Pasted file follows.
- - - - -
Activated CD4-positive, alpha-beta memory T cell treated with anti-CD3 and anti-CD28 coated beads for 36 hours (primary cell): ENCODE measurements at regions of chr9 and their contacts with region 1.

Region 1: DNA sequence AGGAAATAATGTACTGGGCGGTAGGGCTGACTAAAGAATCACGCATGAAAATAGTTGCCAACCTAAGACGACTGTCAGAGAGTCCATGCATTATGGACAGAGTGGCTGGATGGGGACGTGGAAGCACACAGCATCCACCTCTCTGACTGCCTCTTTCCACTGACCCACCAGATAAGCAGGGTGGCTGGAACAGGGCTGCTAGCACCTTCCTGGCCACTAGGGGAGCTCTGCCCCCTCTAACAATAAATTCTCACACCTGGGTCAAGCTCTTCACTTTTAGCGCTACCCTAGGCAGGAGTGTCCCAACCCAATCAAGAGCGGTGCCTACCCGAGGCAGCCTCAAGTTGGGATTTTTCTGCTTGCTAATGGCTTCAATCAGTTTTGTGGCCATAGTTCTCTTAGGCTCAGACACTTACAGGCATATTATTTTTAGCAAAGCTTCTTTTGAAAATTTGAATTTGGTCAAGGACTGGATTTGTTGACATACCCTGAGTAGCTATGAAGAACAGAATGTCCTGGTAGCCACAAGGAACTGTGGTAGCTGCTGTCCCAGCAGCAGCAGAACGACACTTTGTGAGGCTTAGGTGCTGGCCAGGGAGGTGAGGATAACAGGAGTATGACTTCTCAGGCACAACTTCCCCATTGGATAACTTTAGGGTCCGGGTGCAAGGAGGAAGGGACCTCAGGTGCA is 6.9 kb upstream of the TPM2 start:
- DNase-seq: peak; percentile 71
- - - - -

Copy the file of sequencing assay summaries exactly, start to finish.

Activated CD4-positive, alpha-beta memory T cell treated with anti-CD3 and anti-CD28 coated beads for 36 hours (primary cell): ENCODE measurements at regions of chr9 and their contacts with region 1.

Region 1: DNA sequence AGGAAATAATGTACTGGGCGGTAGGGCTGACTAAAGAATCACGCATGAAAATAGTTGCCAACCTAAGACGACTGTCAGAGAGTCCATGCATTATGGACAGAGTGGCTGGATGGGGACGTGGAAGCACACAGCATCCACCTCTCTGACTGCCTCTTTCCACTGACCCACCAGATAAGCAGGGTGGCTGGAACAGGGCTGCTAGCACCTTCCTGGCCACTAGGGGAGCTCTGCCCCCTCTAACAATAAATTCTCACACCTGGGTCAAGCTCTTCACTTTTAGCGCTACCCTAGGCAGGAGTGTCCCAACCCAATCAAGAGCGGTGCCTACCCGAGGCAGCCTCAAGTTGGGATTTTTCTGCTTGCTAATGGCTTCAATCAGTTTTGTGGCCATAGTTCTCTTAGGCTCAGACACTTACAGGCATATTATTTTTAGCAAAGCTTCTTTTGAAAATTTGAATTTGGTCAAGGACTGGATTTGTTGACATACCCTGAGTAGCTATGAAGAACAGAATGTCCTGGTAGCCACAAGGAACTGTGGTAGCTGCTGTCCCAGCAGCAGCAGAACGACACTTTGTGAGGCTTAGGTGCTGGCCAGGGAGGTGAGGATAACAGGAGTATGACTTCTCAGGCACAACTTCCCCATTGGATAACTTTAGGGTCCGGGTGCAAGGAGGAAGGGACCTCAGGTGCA is 6.9 kb upstream of the TPM2 start:
- DNase-seq: peak; percentile 71